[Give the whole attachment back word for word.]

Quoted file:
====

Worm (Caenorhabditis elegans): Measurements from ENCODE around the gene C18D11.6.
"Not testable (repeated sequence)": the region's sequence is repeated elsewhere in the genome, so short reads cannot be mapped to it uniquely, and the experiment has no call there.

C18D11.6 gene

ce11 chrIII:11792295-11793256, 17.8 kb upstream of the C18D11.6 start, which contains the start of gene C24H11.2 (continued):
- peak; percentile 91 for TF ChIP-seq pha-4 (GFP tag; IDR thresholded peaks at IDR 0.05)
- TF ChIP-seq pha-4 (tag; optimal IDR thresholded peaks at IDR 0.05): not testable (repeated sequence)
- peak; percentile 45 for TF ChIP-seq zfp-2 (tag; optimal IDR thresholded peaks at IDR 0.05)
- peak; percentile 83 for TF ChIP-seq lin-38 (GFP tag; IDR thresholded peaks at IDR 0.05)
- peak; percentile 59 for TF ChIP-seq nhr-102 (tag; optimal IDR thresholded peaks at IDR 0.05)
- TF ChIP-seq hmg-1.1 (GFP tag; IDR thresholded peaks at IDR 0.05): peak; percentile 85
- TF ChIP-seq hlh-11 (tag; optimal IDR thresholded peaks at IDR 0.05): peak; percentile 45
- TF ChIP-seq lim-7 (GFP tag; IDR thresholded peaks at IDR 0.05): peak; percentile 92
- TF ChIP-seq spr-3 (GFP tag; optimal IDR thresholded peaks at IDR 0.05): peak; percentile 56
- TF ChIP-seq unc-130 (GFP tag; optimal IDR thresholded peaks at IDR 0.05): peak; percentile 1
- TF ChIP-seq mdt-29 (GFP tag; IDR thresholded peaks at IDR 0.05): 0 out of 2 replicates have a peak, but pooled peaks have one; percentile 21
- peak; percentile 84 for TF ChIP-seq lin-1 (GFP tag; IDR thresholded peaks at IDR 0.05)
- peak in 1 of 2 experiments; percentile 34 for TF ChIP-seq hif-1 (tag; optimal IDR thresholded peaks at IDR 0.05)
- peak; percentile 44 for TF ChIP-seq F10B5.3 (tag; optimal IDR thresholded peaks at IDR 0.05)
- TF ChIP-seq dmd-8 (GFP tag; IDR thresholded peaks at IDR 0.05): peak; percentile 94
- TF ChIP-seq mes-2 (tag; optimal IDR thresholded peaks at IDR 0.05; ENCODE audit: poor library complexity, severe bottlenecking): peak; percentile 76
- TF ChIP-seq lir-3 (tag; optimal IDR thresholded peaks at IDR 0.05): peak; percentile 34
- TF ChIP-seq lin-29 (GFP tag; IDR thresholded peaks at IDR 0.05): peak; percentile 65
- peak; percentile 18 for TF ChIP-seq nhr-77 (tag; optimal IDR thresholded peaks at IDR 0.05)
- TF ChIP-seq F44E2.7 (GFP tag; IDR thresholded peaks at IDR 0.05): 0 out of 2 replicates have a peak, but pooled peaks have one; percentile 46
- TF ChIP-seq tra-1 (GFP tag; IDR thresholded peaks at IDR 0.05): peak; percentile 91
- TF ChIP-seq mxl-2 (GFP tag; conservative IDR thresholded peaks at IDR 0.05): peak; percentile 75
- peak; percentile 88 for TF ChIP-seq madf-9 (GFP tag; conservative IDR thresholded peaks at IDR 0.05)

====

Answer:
Worm (Caenorhabditis elegans): Measurements from ENCODE around the gene C18D11.6.
"Not testable (repeated sequence)": the region's sequence is repeated elsewhere in the genome, so short reads cannot be mapped to it uniquely, and the experiment has no call there.

C18D11.6 gene

ce11 chrIII:11792295-11793256, 17.8 kb upstream of the C18D11.6 start, which contains the start of gene C24H11.2 (continued):
- peak; percentile 91 for TF ChIP-seq pha-4 (GFP tag; IDR thresholded peaks at IDR 0.05)
- TF ChIP-seq pha-4 (tag; optimal IDR thresholded peaks at IDR 0.05): not testable (repeated sequence)
- peak; percentile 45 for TF ChIP-seq zfp-2 (tag; optimal IDR thresholded peaks at IDR 0.05)
- peak; percentile 83 for TF ChIP-seq lin-38 (GFP tag; IDR thresholded peaks at IDR 0.05)
- peak; percentile 59 for TF ChIP-seq nhr-102 (tag; optimal IDR thresholded peaks at IDR 0.05)
- TF ChIP-seq hmg-1.1 (GFP tag; IDR thresholded peaks at IDR 0.05): peak; percentile 85
- TF ChIP-seq hlh-11 (tag; optimal IDR thresholded peaks at IDR 0.05): peak; percentile 45
- TF ChIP-seq lim-7 (GFP tag; IDR thresholded peaks at IDR 0.05): peak; percentile 92
- TF ChIP-seq spr-3 (GFP tag; optimal IDR thresholded peaks at IDR 0.05): peak; percentile 56
- TF ChIP-seq unc-130 (GFP tag; optimal IDR thresholded peaks at IDR 0.05): peak; percentile 1
- TF ChIP-seq mdt-29 (GFP tag; IDR thresholded peaks at IDR 0.05): 0 out of 2 replicates have a peak, but pooled peaks have one; percentile 21
- peak; percentile 84 for TF ChIP-seq lin-1 (GFP tag; IDR thresholded peaks at IDR 0.05)
- peak in 1 of 2 experiments; percentile 34 for TF ChIP-seq hif-1 (tag; optimal IDR thresholded peaks at IDR 0.05)
- peak; percentile 44 for TF ChIP-seq F10B5.3 (tag; optimal IDR thresholded peaks at IDR 0.05)
- TF ChIP-seq dmd-8 (GFP tag; IDR thresholded peaks at IDR 0.05): peak; percentile 94
- TF ChIP-seq mes-2 (tag; optimal IDR thresholded peaks at IDR 0.05; ENCODE audit: poor library complexity, severe bottlenecking): peak; percentile 76
- TF ChIP-seq lir-3 (tag; optimal IDR thresholded peaks at IDR 0.05): peak; percentile 34
- TF ChIP-seq lin-29 (GFP tag; IDR thresholded peaks at IDR 0.05): peak; percentile 65
- peak; percentile 18 for TF ChIP-seq nhr-77 (tag; optimal IDR thresholded peaks at IDR 0.05)
- TF ChIP-seq F44E2.7 (GFP tag; IDR thresholded peaks at IDR 0.05): 0 out of 2 replicates have a peak, but pooled peaks have one; percentile 46
- TF ChIP-seq tra-1 (GFP tag; IDR thresholded peaks at IDR 0.05): peak; percentile 91
- TF ChIP-seq mxl-2 (GFP tag; conservative IDR thresholded peaks at IDR 0.05): peak; percentile 75
- peak; percentile 88 for TF ChIP-seq madf-9 (GFP tag; conservative IDR thresholded peaks at IDR 0.05)